Just days before legendary supercar manufacturer Bugatti, founded in 1909 and until now part of the Volkswagen Group, finalised its merger with Croatian electric car marque Rimac Automobili to form Bugatti Rimac, two of its most desirable and expensive new models were at our disposal, the Chiron Super Sport and the Chiron Pur Sport, representing a cool Dh26.8 million.
The Chiron Pur Sport was reviewed by The National last December and is just coming into showrooms now, while the new Super Sport will arrive early next year.
Announced on Tuesday, the Rimac confirmed its 55 per cent stake takeover of Bugatti with Porsche holding the remaining 45 per cent, while founder and chief executive of Rimac Automobili, Mate Rimac, 33, becomes chief executive of Bugatti Rimac. The old marque will no longer be headquartered in Molsheim, France but in Sveta Nedelja, Croatia.
Outgoing chief executive Stephan Winkelmann, who has overseen Bugatti and Lamborghini, will now focuson the Italian brand and Porsche steps in as a strategic shareholder with its chairman Oliver Blume and deputy chair, Lutz Meschke, joining the Bugatti Rimac supervisory board.
To the casual observer not much will change as both companies will continue to manufacture from their respective factories. Bugatti will still hand-build cars in Molsheim while Rimac will continue to create its electric hypercars out of Zagreb but it will almost definitely mean that the next Bugatti-badged car will be electrified in some respect with a full EV version on the way.
So before the ink had dried on the contracts, I found myself at the Dubai Autodrome in what is the end of an era with the VW-owned Bugatti and the most outrageous internal combustion engine available in the world. Measuring 8.0-litres with 16 cylinders, four turbochargers and 1,600 horsepower, the new Chiron Super Sport was joined by the lightweight 1,500hp Chiron Pur Sport.
Joining me for the ride was Bugatti’s test pilot and former LeMans and Daytona 24 hours winner Andy Wallace, who reminded me of the car’s ridiculous performance potential before swapping seats and throwing me the keys to both, for what was my most expensive day of driving in more than 30 years of motoring journalism.
“When I retired from professional racing, I thought I’d never drive anything as cool as a LeMans winner again but Bugatti offered me the role of test driver. When I jumped in, I had to do a double take; ‘How can a car be that fast?’ I asked myself,” Wallace said.
“The LeMans Jaguar race car produced 1,100 horsepower in the early 1990s but at the end of two qualifying laps it had used up two sets of tyres and the engine required rebuild each time. Yet here we are in the Chiron and we’ve got another 500hp and it’s good for 300,000 kilometres of very comfortable, every day driving.”
We entered pit straight at 50kph in the Super Sport but in seconds it was nudging 270kph while the cluster of gauges the Chiron has, which display your performance, showed it had developed 1,593hp by the pit exit. Not bad for an out lap.
“It's a luxury car and very easy to drive. It’s refined and comfortable and very secure, yet it’s got 1,600 horsepower and a governed top speed of 440kph and now it’s your turn,” Wallace said.
As I strapped into the Super Sport, I noticed it was more luxurious than the lightweight Pur Sport with powered seats (yes, for Dh13.2m you have to slide the seat yourself) and polished alloy interior highlights instead of lightweight carbon fibre.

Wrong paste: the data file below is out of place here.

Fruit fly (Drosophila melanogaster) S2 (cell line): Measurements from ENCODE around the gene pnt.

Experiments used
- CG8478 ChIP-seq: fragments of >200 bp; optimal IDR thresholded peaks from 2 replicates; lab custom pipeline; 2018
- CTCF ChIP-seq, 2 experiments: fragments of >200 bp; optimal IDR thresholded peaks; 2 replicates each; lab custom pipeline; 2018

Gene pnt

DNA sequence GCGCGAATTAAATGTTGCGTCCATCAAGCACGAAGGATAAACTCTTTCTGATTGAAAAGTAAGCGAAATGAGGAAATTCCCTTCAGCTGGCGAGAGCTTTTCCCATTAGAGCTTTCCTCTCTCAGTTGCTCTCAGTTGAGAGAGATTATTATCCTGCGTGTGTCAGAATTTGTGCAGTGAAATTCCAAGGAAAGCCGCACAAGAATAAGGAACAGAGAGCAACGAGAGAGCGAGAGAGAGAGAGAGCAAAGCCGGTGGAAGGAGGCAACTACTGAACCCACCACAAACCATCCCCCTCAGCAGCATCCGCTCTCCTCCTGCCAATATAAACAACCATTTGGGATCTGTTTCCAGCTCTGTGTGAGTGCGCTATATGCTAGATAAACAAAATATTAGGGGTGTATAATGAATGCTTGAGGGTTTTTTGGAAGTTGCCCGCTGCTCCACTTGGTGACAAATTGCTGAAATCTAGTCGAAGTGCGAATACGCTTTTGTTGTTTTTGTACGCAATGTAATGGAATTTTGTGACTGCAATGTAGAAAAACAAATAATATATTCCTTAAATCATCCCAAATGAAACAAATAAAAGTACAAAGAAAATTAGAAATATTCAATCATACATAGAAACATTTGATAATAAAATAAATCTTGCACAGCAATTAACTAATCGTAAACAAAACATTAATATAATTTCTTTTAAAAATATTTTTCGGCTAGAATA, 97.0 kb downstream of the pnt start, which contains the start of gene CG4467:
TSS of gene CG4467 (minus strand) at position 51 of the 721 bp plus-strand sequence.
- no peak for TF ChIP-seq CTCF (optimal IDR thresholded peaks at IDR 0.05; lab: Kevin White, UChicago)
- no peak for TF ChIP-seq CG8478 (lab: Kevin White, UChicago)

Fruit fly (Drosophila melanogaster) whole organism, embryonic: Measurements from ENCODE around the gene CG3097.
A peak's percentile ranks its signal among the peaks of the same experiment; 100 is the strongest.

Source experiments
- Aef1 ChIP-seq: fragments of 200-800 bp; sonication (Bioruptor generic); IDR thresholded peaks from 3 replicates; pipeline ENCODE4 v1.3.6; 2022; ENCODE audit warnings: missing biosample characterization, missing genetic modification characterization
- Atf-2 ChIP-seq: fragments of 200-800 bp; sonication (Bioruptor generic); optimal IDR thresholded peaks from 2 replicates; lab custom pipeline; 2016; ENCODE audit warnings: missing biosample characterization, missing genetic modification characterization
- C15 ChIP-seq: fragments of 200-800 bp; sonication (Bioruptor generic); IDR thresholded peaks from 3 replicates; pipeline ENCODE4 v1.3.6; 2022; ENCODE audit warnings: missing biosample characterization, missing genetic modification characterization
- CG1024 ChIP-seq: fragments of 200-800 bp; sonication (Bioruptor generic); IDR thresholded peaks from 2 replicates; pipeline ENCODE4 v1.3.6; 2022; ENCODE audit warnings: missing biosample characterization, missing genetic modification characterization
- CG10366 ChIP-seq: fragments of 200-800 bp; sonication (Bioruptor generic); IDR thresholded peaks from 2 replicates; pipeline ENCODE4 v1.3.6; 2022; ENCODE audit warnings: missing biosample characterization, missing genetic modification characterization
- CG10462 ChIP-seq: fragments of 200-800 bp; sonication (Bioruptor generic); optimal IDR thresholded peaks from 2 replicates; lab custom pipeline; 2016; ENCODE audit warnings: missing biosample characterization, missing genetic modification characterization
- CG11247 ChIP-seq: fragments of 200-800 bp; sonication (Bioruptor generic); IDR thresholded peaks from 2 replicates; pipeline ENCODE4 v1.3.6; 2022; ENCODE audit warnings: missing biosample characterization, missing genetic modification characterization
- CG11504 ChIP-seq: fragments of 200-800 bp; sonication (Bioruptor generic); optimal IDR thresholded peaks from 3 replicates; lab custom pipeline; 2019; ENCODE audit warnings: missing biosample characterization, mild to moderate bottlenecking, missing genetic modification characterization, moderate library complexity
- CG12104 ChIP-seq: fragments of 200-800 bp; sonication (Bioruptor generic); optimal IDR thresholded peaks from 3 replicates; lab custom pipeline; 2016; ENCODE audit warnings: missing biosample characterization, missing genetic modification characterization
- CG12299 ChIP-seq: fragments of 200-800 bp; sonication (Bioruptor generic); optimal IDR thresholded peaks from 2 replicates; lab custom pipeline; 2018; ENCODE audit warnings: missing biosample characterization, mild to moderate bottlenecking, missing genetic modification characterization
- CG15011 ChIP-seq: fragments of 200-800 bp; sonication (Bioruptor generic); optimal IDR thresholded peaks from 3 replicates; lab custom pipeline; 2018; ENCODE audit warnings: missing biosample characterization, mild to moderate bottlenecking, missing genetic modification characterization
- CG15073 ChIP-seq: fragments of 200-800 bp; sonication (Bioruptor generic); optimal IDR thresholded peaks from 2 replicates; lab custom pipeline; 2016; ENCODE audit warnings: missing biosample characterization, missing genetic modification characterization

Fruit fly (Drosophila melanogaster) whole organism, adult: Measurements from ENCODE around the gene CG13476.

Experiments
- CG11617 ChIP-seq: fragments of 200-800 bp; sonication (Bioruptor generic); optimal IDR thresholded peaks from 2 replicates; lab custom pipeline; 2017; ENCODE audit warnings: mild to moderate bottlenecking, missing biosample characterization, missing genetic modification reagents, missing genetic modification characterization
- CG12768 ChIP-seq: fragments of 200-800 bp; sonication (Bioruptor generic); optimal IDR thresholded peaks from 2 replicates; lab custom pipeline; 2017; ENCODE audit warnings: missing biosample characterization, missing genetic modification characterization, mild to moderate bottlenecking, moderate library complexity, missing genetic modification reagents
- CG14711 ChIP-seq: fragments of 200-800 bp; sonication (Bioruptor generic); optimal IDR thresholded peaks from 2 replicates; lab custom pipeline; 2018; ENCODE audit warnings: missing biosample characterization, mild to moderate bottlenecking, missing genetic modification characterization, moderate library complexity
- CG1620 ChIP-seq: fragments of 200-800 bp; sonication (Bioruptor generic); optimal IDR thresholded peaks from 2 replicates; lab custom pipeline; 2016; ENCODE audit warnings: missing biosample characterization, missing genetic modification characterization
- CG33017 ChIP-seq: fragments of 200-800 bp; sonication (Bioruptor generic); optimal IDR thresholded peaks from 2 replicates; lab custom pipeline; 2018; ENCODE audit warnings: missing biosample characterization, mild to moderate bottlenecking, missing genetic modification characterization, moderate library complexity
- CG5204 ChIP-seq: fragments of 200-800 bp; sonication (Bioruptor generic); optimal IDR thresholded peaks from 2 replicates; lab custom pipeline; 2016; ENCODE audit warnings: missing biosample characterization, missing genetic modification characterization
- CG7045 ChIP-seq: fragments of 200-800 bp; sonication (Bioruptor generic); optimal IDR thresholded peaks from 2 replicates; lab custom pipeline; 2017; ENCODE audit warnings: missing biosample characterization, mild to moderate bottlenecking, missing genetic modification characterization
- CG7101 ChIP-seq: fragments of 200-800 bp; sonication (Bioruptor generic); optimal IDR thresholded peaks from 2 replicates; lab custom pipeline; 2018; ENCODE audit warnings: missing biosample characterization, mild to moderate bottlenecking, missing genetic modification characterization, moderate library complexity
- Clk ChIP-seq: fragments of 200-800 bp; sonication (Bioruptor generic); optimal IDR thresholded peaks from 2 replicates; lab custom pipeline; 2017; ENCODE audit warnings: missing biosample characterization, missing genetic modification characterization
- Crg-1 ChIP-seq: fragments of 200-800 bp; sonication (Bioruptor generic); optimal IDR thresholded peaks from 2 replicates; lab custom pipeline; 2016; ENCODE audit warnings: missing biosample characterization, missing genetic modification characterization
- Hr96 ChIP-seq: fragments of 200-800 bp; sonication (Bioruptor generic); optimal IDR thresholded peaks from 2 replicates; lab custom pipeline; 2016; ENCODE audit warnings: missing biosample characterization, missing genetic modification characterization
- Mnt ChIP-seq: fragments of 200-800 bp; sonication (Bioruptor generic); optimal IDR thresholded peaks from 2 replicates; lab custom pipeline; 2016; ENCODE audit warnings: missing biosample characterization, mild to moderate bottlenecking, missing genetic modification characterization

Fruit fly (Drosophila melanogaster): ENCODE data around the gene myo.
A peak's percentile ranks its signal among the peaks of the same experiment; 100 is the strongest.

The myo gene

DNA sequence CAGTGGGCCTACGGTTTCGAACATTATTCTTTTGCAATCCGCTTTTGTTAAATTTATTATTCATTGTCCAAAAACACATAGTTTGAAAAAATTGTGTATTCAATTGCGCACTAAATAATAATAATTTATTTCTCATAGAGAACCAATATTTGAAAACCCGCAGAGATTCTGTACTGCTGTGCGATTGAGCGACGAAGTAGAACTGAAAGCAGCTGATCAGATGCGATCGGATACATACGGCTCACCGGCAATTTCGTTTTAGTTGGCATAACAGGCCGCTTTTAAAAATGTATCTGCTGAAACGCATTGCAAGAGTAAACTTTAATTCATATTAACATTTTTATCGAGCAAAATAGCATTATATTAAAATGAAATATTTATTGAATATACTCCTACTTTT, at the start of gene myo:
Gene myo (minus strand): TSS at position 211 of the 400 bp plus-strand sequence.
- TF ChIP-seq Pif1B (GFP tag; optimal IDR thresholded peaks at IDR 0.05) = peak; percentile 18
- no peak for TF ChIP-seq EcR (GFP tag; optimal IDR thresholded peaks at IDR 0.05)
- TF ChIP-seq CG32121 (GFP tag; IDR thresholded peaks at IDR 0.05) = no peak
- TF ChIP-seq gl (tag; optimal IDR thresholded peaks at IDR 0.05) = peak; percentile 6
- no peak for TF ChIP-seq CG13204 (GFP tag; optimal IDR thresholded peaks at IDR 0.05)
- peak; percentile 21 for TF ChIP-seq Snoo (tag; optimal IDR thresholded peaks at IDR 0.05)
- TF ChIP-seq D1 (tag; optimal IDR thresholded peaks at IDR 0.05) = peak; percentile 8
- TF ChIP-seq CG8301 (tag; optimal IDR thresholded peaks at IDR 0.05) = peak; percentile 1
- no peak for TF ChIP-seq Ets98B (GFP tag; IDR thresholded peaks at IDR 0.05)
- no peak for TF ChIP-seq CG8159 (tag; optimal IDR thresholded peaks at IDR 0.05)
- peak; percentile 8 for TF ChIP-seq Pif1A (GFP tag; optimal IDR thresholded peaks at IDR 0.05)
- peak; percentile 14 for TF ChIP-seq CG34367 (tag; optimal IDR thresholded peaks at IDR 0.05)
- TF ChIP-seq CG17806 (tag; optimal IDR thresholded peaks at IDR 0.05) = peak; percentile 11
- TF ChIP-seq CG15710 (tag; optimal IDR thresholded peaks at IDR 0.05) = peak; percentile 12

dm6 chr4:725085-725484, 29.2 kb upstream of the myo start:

It’s incredibly civilised for a 1,600hp car with a full leather and carpeted interior, air conditioning set to 22°C and wearing licence plates, yet it inspired confidence, making me almost forget the value under my fingertips.
Entering the front straight at the Dubai Autodrome a little quicker after an exploratory lap, I gave it everything and by the braking mark, the magic numbers in the centre console showed 282kph and 1,614hp developed at 6,960rpm, 14 more horsepower than its book quoted maximum. I was satisfied.
It has a similar feel on track, in terms of mid-corner handling, braking and performance, as a full-blooded GT3 Ferrari 488 race car I sampled in full race suit on slick tyres last year, but is far more comfortable, because it’s a road car. I had to keep reminding myself it was not modded for the track in any way.
The lighter Pur Sport by comparison communicates a lot more feel through the steering and while a lot of all-wheel drive cars can feel weak in the front, with this, you can feel there’s enough load on the nose to place it exactly where you want it.
The Pur Sport is 15 per cent lighter and has shorter gearing, so it doesn't have the same top speed as the Super Sport, being limited to 350kph but gets to 200kph faster in 5.5 seconds. The Super Sport differs visually with a pair of vertically stacked quad tailpipes plus an extra 25cm in the tail for better aero that helps give it an unrestricted top speed of 470kph with a 0 to 200kph of 5.8 seconds and 0 to 300kph of 12.1 seconds.
Despite prices of Dh13.2m and Dh13.6m, respectively for the Pur Sport and Super Sport, last year marked the most successful year in Bugatti’s history with 460 of the 500 vehicles planned, either already delivered or in production.
It gives new owner Rimac a solid foundation for his future with the historic marque.
“I’m excited to see what impact Bugatti Rimac will have on the industry and how we will develop innovative new hypercars and technologies,” he said.
Whichever way he takes Bugatti, it will involve electrification and bringing to a close, a century plus era of the world’s best and fastest combustion engined supercars that’s wrapped up with these two Chirons.